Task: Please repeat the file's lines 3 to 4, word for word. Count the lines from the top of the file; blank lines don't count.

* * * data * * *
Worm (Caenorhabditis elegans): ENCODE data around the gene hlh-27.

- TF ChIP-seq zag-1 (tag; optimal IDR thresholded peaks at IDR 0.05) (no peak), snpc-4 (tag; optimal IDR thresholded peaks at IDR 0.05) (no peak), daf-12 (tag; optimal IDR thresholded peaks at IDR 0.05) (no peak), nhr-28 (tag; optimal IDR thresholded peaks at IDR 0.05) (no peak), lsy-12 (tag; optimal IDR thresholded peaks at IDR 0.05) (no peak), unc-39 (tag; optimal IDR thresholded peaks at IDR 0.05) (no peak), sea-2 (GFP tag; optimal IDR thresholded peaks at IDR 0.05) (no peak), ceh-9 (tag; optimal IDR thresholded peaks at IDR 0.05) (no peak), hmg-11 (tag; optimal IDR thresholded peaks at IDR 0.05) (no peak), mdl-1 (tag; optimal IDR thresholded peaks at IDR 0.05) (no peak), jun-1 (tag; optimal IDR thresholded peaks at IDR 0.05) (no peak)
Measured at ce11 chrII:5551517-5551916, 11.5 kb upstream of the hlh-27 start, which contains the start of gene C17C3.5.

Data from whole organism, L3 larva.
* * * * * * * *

Measured at ce11 chrII:5551517-5551916, 11.5 kb upstream of the hlh-27 start, which contains the start of gene C17C3.5.

Data from whole organism, L3 larva.